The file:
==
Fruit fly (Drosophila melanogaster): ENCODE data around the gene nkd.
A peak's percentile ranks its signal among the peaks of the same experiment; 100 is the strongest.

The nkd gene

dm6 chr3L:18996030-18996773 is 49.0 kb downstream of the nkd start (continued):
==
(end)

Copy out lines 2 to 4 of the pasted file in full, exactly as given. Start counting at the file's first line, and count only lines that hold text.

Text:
A peak's percentile ranks its signal among the peaks of the same experiment; 100 is the strongest.

The nkd gene

dm6 chr3L:18996030-18996773 is 49.0 kb downstream of the nkd start (continued):